Covid-19: 539 new cases, 14 further deaths reported, more than half a million vaccine doses given
‘Vaccines are having a significant impact on mortality and serious illness,’ says Taoiseach
Taoiseach Micheál Martin (centre) at the Meath Primary Care Centre in Dublin. Photograph: Julien Behal
There were 539 new cases of Covid-19 and 14 further deaths reported by the National Public Health Emergency Team (Nphet) on Saturday.
A total of 4,419 have died as result of Covid-19 in the Sate since the pandemic began, while the total number of confirmed cases now stands at 222,699.
The age range of those who died was 59-94 years while the median age was 80 years.
Some 245 of the cases were in Dublin with 42 in Meath, 29 in Kildare, 26 in Limerick, 24 in Cork and the remaining 173 cases are spread across 19 other counties. As of 8am on Saturday, 414 people were in hospital with Covid-19, of which 101 patients were being treated in ICU. Twenty-two people were hospitalised in the last 24 hours.
The 14-day incidence rate of the virus for the nation now stands at 175.6 per 100,000 with 8,306 new cases reported in the last two weeks.
Validation of data at the Health Protection Surveillance Centre has resulted in the denotification of nine previously confirmed cases. The above number of total cases reflects this.
Saturday’s figures come as the number of vaccines administered in the State has passed half a million, Taoiseach Micheál Martin has said.
“Just been informed by the HSE that we have passed the half a million mark of #CovidVaccine doses administered,” Mr Martin tweeted on Saturday.
“Good news. The vaccines are having a significant impact on mortality and serious illness. The number of Covid patients in hospitals and ICU is reducing all the time,” he said.
Just been informed by the HSE that we have passed the half a million mark of #CovidVaccine doses administered.— Micheál Martin (@MichealMartinTD) March 6, 2021
Good news. The vaccines are having a significant impact on mortality and serious illness.
The number of COVID patients in hospitals and ICU is reducing all the time.
Also on Saturday, HSE chief executive Paul Reid described the fall in hospital numbers as “a great sign”.
“Further protections will happen throughout this weekend as GPs continue to vaccinate more over 80+ year olds,” Mr Reid tweeted on Saturday
The official vaccine figures, which are a few days behind, show that 14,008 more vaccine doses were given since totals released yesterday. The figures of 328,598 first doses, 146,047 second doses and 474,645 total doses are up to Wednesday, March 3rd.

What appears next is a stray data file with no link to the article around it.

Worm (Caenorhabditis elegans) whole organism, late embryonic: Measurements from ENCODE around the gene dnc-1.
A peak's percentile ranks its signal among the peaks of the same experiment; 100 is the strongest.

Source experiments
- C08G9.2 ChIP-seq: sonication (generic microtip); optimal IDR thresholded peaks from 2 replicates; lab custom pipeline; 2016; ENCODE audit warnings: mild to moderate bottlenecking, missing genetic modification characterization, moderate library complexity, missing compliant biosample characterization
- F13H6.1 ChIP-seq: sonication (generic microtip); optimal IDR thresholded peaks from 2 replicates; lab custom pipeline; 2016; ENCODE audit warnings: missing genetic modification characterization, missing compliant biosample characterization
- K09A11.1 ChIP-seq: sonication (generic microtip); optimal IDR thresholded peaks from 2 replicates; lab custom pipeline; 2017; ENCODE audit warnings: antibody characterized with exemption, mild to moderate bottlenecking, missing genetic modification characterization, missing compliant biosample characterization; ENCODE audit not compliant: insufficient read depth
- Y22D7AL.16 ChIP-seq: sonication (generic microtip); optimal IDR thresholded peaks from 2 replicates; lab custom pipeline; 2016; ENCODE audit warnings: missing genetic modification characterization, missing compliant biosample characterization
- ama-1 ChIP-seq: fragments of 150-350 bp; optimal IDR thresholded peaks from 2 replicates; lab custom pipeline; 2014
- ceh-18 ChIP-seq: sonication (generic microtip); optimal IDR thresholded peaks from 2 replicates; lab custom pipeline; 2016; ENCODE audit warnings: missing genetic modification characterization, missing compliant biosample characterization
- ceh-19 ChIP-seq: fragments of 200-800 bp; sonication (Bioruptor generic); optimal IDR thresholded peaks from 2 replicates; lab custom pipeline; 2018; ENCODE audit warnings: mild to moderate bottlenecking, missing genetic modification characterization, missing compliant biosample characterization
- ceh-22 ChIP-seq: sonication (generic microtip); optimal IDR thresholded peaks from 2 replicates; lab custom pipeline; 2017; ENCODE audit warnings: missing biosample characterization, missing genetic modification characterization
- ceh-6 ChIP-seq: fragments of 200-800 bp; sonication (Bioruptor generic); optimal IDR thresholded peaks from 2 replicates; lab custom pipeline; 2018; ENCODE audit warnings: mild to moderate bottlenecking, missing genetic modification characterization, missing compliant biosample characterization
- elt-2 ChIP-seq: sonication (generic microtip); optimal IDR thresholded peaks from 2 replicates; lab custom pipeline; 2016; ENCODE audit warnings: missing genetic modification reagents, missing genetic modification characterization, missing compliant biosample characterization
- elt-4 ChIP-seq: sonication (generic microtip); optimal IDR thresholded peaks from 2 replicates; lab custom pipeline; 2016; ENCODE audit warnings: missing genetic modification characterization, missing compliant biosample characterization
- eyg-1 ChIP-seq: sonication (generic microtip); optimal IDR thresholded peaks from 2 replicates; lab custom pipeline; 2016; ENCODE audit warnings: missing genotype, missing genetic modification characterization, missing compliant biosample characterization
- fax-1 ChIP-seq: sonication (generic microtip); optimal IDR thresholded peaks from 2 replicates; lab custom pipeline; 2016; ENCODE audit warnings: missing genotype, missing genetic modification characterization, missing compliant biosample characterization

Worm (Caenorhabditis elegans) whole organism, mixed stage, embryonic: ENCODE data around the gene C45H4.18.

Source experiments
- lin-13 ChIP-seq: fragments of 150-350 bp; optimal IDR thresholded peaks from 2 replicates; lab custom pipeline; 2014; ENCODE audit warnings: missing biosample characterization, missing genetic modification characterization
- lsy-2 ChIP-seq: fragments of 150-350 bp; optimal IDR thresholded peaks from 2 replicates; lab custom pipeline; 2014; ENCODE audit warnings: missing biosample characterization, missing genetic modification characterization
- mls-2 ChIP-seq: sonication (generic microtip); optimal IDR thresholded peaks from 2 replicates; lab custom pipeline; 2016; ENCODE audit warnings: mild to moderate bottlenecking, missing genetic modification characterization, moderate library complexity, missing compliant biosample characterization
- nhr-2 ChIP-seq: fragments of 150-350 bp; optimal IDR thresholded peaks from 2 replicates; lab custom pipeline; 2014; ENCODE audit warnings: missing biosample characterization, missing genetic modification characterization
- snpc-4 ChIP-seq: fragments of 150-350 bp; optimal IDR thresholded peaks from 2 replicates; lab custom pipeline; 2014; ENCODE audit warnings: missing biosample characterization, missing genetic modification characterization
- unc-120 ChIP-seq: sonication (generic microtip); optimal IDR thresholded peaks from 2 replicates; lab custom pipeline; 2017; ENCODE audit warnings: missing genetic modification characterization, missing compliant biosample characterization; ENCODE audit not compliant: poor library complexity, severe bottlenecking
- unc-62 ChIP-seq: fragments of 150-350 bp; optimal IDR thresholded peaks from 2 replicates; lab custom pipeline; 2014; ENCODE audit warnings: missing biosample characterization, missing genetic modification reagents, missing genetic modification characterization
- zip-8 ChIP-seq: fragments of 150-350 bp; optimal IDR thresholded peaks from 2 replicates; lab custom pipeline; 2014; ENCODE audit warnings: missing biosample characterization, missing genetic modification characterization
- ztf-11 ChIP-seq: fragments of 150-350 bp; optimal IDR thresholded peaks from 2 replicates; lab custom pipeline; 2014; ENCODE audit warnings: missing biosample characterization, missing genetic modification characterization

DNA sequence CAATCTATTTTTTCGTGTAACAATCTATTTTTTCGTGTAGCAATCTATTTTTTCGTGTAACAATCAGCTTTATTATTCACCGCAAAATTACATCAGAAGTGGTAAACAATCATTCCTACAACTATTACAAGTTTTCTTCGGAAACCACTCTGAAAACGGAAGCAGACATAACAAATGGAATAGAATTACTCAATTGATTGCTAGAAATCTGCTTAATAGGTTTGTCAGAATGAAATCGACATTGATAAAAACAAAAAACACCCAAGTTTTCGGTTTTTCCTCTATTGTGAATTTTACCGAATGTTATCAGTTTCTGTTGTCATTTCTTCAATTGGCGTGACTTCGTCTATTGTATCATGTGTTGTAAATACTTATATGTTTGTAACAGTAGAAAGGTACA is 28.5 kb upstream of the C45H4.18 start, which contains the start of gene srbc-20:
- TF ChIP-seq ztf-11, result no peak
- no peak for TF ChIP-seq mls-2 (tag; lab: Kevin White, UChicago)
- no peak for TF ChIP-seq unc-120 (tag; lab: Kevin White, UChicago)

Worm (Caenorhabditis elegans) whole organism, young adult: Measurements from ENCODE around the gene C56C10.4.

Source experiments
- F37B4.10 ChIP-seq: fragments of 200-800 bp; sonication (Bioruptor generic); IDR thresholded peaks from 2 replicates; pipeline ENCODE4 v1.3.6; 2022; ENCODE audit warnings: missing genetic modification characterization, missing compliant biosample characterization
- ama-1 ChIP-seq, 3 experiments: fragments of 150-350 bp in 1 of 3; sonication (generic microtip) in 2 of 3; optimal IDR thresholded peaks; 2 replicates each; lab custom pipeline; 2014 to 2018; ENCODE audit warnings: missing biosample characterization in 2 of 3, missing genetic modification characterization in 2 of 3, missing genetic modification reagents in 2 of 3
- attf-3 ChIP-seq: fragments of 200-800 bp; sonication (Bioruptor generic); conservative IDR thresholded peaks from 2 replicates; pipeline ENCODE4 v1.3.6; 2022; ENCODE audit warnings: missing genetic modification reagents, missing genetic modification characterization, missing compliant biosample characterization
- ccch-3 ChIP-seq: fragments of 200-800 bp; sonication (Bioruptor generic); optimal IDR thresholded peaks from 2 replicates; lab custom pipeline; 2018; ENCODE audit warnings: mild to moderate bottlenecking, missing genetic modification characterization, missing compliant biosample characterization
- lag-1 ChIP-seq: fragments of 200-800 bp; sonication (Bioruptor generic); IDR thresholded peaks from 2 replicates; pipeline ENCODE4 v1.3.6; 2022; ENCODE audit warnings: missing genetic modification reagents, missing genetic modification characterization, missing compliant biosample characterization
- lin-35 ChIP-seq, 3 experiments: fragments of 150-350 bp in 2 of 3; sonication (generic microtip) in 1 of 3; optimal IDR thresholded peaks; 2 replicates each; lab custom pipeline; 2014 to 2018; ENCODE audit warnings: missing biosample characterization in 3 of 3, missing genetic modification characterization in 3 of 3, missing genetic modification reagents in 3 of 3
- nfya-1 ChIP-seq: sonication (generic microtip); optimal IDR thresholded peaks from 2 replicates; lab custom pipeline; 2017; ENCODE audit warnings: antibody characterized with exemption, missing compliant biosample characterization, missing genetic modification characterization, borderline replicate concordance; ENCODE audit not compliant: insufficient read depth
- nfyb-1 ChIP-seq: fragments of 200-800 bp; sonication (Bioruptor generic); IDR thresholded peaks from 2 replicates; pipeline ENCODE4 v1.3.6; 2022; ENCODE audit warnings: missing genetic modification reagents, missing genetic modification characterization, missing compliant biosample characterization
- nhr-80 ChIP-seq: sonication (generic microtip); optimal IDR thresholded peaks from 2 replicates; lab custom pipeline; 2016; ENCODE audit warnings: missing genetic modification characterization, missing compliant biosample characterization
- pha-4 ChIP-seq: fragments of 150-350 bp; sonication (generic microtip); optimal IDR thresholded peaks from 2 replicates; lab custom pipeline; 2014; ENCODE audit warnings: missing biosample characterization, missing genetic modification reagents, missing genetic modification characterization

Speaking in a video posted on Twitter on Saturday, Mr Martin urged vigilance as Covid-19 cases rise in a number of European countries.
The Fianna Fáil leader said vaccines were working in Ireland, however, new variants of the coronavirus remained a cause for concern. “The good news is the vaccines are working,” he said.
“They are reducing the impact of this virus and this can be seen in the reduced levels of infection in our nursing homes and among our frontline healthcare workers.”
Pointing to the 14-day incidence level of Covid cases falling below 200 this week for the first time since Christmas, Mr Martin said the continued fall in numbers “brings hope”.
But he warned the health service was still “under pressure” despite numbers in hospitals and ICUs “reducing significantly”.
“There has been a steady decline in case numbers principally because the vast majority of people are adhering to the guidelines,” he said.
“However, we have to remain vigilant. The new variant doesn’t let us relax for a moment.”
Mr Martin added that cases are “now on the rise in a number of member states across the European Union”.
“The Government and the HSE are doing everything it can to secure supplies and to give those vaccines to people as quickly as possible,” Mr Martin said.
On Friday Mr Martin admitted meeting the target of issuing 1.25 million Covid-19 vaccine doses by the end of March is proving “very challenging” as the Government considers a push for an improved system of sharing unused vaccines in the EU.
According to sources with knowledge of the situation, Ireland will be part of a group of member states likely to write to the European Commission next week, arguing for a formalised redistribution mechanism to kick in when a surplus of vaccines accumulates in a member state.
There is significant and ongoing concern in Government over the reliability of deliveries from AstraZeneca. Delivery figures for February were less than half of that anticipated in the Government’s plan for managing the pandemic.